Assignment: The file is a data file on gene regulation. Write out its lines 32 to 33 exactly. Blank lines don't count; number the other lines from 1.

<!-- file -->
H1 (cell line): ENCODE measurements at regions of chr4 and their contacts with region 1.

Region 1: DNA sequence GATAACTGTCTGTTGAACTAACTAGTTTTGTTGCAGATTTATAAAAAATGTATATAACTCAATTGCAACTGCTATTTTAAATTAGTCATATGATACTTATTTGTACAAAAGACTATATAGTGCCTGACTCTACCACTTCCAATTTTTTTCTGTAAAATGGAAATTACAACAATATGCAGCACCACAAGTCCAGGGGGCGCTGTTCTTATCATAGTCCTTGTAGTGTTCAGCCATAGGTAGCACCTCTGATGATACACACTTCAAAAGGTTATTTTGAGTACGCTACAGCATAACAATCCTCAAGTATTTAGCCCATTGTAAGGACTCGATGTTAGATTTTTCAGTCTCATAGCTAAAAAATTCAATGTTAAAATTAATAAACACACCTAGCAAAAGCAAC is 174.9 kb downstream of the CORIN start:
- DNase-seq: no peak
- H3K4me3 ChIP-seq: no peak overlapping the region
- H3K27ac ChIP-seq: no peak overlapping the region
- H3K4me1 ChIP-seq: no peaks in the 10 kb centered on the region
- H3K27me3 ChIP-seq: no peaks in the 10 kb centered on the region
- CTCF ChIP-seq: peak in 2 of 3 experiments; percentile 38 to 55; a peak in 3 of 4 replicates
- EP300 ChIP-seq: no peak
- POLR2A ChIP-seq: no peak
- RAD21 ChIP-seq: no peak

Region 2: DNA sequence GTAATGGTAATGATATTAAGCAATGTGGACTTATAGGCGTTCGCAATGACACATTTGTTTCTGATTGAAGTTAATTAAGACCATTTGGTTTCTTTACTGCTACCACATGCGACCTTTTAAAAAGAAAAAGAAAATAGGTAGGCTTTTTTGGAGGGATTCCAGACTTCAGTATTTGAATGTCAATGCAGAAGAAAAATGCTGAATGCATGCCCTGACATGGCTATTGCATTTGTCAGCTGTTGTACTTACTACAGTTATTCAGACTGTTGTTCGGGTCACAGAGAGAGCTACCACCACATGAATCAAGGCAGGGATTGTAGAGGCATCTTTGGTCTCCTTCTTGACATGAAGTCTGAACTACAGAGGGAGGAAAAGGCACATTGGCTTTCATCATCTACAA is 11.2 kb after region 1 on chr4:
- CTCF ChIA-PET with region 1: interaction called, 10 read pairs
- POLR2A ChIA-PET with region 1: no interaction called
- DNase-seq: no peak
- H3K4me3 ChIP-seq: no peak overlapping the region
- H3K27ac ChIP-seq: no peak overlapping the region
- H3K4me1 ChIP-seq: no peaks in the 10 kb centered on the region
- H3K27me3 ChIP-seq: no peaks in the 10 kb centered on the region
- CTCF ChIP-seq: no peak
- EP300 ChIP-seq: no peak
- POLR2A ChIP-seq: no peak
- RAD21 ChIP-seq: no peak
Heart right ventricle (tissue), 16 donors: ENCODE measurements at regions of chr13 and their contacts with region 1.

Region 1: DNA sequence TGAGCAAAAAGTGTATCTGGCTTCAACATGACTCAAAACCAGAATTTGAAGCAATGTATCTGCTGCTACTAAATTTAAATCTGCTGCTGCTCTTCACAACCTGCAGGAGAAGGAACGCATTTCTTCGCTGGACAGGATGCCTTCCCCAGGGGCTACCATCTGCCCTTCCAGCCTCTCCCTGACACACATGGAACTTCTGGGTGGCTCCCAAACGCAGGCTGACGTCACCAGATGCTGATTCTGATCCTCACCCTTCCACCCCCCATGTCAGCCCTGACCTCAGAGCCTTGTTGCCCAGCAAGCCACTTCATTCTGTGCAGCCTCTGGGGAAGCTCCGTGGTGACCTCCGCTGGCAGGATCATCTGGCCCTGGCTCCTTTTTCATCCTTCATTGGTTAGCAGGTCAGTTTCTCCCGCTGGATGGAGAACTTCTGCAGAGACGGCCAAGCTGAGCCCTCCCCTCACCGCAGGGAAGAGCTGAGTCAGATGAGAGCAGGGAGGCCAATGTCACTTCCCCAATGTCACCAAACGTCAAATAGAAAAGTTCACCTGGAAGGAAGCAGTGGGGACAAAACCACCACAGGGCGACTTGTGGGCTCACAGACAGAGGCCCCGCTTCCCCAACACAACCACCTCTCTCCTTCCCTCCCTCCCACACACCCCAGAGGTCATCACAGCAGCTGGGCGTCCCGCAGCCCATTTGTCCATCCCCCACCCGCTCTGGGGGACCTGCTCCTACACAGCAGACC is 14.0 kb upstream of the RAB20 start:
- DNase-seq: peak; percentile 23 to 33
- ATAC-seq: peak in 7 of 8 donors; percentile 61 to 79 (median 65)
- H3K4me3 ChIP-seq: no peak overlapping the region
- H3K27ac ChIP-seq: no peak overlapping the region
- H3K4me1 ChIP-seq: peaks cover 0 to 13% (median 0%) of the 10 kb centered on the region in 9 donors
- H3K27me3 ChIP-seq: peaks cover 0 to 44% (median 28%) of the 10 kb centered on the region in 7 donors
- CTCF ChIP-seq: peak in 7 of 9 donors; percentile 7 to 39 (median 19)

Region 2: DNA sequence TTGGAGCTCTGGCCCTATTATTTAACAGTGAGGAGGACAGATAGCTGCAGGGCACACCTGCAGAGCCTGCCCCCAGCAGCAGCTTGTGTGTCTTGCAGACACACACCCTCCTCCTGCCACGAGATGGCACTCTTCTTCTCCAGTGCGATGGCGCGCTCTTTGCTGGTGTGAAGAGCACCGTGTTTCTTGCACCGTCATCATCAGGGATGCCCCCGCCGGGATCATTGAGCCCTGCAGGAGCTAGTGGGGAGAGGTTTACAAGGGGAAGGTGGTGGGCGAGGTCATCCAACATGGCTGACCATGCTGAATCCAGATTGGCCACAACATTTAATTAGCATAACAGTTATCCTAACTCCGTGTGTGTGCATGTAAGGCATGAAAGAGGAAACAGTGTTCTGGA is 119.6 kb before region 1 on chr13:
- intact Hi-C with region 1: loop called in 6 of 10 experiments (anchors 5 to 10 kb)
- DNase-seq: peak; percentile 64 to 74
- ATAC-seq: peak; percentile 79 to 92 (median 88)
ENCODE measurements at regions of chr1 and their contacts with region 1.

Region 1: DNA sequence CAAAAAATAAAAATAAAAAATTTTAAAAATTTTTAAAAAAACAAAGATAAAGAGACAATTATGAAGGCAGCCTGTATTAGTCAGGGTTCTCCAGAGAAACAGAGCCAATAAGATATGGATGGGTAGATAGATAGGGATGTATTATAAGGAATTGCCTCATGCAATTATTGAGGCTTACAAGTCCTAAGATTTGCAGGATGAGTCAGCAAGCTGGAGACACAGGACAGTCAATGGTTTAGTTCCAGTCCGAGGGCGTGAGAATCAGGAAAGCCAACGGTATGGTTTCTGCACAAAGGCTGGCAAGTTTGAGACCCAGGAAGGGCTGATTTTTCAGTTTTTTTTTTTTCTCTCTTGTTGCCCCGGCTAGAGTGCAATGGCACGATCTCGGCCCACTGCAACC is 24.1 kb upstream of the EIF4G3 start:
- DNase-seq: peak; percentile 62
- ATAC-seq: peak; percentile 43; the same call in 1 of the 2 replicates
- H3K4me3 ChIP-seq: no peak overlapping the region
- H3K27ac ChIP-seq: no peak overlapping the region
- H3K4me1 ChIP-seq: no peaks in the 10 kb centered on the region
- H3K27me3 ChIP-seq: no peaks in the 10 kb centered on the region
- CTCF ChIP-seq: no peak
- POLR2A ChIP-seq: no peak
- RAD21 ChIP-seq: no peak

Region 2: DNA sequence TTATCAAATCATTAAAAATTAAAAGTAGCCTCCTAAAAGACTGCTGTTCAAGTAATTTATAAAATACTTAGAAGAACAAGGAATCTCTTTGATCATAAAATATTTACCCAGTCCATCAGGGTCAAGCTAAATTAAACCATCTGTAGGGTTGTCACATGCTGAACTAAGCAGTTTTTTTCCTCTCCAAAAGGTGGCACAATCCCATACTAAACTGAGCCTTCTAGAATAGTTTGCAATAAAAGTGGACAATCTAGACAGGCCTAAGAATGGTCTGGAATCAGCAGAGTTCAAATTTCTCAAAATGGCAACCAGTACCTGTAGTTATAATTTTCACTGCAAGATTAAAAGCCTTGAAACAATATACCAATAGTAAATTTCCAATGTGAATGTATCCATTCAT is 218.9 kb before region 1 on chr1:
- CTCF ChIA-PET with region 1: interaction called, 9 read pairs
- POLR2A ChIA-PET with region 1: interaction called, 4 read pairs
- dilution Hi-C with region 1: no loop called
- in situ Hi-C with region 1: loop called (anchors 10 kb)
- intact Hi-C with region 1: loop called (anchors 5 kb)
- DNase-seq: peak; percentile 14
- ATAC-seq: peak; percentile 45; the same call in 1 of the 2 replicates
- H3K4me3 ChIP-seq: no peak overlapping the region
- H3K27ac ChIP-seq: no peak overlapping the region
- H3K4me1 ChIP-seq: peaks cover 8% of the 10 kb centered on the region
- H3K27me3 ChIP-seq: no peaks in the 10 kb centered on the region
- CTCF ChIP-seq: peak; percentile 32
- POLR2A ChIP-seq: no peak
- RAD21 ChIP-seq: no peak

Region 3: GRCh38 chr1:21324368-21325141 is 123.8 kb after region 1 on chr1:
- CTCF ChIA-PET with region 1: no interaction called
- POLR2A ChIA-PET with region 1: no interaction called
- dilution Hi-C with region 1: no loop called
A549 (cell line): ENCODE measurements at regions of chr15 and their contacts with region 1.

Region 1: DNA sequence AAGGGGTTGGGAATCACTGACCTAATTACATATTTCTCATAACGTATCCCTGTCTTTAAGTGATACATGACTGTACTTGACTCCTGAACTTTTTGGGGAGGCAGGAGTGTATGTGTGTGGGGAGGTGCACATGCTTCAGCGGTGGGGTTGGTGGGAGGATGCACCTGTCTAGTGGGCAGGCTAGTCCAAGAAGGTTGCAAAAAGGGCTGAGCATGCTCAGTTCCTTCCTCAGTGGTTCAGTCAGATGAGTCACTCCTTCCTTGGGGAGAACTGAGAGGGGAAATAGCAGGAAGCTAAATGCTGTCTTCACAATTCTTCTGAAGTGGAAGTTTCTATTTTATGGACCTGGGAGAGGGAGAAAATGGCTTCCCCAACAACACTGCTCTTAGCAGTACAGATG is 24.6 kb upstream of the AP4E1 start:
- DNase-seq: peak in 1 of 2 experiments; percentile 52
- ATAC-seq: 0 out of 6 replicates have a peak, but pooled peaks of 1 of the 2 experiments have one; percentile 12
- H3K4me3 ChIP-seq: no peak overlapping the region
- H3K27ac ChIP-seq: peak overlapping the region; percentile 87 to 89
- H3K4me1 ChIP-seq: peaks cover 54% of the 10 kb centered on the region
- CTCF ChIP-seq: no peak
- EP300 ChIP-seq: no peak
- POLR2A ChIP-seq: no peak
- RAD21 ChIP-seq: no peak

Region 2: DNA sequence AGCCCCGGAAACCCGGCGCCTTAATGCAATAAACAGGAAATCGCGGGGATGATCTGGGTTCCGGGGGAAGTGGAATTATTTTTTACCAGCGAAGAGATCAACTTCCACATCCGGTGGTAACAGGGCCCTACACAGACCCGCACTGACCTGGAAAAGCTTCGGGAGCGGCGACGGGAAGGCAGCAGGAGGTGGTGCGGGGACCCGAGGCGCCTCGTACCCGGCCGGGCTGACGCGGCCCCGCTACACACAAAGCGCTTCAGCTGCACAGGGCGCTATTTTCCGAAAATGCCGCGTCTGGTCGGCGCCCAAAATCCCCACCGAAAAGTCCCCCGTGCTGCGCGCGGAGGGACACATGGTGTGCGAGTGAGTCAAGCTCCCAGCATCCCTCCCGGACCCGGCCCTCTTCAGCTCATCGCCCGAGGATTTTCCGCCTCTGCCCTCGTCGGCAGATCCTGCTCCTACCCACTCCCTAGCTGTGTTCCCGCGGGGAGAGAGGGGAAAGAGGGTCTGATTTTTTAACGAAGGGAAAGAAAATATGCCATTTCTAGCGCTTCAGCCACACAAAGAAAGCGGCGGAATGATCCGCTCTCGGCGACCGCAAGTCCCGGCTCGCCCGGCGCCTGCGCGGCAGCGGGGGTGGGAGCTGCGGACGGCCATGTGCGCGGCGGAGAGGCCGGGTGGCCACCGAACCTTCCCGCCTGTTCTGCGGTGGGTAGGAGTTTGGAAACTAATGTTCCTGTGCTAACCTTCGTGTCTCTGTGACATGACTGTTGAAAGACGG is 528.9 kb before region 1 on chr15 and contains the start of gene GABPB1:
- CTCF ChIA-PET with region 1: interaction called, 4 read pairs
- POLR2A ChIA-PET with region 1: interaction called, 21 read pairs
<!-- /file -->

- CTCF ChIP-seq: peak in 7 of 9 donors; percentile 7 to 39 (median 19)

Region 2: DNA sequence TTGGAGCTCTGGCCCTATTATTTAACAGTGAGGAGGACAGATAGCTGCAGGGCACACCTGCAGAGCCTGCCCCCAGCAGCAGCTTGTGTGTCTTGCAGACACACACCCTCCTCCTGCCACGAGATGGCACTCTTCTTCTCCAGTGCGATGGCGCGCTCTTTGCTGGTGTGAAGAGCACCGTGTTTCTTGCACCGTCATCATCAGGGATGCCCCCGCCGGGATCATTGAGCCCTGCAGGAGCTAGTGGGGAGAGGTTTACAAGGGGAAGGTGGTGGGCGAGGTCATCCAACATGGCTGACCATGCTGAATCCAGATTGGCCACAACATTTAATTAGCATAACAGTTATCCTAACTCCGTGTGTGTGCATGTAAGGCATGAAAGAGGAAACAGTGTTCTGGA is 119.6 kb before region 1 on chr13: